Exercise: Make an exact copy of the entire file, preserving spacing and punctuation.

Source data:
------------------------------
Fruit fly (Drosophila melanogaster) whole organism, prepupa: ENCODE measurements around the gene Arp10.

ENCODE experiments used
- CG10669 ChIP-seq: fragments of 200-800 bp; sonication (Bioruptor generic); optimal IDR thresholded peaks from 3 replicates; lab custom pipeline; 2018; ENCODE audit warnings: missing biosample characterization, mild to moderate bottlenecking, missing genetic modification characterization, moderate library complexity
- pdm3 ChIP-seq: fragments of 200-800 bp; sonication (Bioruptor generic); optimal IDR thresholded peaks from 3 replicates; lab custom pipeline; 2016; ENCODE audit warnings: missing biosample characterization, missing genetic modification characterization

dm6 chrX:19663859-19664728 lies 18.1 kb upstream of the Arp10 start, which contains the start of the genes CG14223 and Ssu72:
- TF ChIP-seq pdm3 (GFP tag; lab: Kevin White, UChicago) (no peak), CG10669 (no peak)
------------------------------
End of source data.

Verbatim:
Fruit fly (Drosophila melanogaster) whole organism, prepupa: ENCODE measurements around the gene Arp10.

ENCODE experiments used
- CG10669 ChIP-seq: fragments of 200-800 bp; sonication (Bioruptor generic); optimal IDR thresholded peaks from 3 replicates; lab custom pipeline; 2018; ENCODE audit warnings: missing biosample characterization, mild to moderate bottlenecking, missing genetic modification characterization, moderate library complexity
- pdm3 ChIP-seq: fragments of 200-800 bp; sonication (Bioruptor generic); optimal IDR thresholded peaks from 3 replicates; lab custom pipeline; 2016; ENCODE audit warnings: missing biosample characterization, missing genetic modification characterization

dm6 chrX:19663859-19664728 lies 18.1 kb upstream of the Arp10 start, which contains the start of the genes CG14223 and Ssu72:
- TF ChIP-seq pdm3 (GFP tag; lab: Kevin White, UChicago) (no peak), CG10669 (no peak)